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PSI researchers Mirko Holler (right) and Manuel Guizar-Sicairos at the cSAXS beamline of the Swiss Light Source SLS of the Paul Scherrer Institute. Here they made the three-dimensional structure of a microchip visible. Image: Paul Scherrer Institute/Markus Fischer

The electrical wiring in many of the electronic chips in our computers and mobile phones are just 45 nanometers wide, the transistors 34 nanometers high. While it is standard practice today to produce structures this delicate, it remains a challenge to measure the exact structure of a finished chip in detail in order to check, for example, if it is built according to the specifications. Nowadays, for such examinations, manufacturers mainly use a method in which layer after layer of the chip is removed and then, after each step, the surface is examined with an electron microscope; this is known as FIB/SEM — focused ion beam/scanning electron microscope imaging.

Now researchers of the Paul Scherrer Institute PSI have used X-rays to achieve non-destructive 3D imaging of a chip, so that the paths of the conducting lines and the positions of the individual transistors and other circuit elements became clearly visible. They report their results in the latest edition of the journal Nature.

“The image resolution we were able to produce is comparable to the conventional FIB/SEM examination method,” explains Mirko Holler, leader of the project. “But we were able to avoid two significant disadvantages: Firstly, the sample remained undamaged, and we have complete information about the three-dimensional structure. Secondly, we avoided distortions of the images that arise in FIB/SEM if the surface of the individual slice is not exactly planar.”

For their study, the researchers used a special tomographic method (ptychotomography) that they have developed and enhanced over the course of recent years, and which today offers the worldwide best resolution of 15 nanometers (15 millionths of a millimeter) for examination of a comparably large volume.

“In the experiment the object to be studied is X-rayed at precisely determined places with light from the Swiss Light Source SLS of the Paul Scherrer Institute — for each illuminated spot a detector then measures the X-ray light pattern after its passage through the sample. The sample is then rotated in small steps and then X-rayed again step-wise after each turn. From the whole set of data obtained, the three-dimensional structure of the sample can be determined. With these measurements, the position of the sample must be known to a precision of just a few nanometers — that was one of the particular challenges in setting up our experimental station,” Holler says.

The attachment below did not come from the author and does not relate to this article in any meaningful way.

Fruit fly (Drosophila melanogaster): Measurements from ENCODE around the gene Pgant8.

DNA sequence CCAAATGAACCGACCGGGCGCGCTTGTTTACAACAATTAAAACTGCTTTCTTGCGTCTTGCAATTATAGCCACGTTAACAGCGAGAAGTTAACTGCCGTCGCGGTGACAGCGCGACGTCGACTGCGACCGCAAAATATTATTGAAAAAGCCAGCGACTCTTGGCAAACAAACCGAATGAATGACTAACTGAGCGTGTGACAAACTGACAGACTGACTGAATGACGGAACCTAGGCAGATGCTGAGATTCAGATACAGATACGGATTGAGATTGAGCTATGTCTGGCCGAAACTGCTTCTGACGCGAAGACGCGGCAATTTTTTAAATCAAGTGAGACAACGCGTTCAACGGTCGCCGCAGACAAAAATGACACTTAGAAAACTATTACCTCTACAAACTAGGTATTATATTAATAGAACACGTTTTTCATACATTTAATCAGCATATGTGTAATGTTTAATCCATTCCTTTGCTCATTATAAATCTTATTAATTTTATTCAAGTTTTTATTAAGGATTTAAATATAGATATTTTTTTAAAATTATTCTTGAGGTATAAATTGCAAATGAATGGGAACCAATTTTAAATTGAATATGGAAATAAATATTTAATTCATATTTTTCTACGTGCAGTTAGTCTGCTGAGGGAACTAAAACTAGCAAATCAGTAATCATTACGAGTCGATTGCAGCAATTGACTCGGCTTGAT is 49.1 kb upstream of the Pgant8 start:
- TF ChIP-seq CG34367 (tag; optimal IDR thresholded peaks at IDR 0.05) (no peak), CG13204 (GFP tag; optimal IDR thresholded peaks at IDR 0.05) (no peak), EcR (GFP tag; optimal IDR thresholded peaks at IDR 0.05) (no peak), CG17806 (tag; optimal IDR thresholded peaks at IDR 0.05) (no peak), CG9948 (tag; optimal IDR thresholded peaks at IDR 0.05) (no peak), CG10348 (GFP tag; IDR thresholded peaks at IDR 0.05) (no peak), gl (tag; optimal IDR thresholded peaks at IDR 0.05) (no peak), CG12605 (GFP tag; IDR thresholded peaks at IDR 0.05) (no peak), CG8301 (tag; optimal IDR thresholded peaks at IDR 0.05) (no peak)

In their experiment the researchers examined small pieces of two chips — a detector chip developed at PSI and a commercially available computer chip. Each piece was about 10 micrometers (that is, 10 thousandths of a millimeter) in size. While the examination of an entire chip with the present measurement setup is not possible, the method’s advantages are brought to bear even in this form, so that the first prospective users have already expressed an interest in conducting measurements at PSI.

“We are currently starting to extend the method in such a way that it can be used to examine entire microchips within an acceptable measurement time. Then it will also be possible to study the same area of a chip multiple times, for example to observe how it changes under external influences,” explains Gabriel Aeppli, head of the Synchrotron Radiation and Nanotechnology Division at the PSI.

Source: Paul Scherrer Institute

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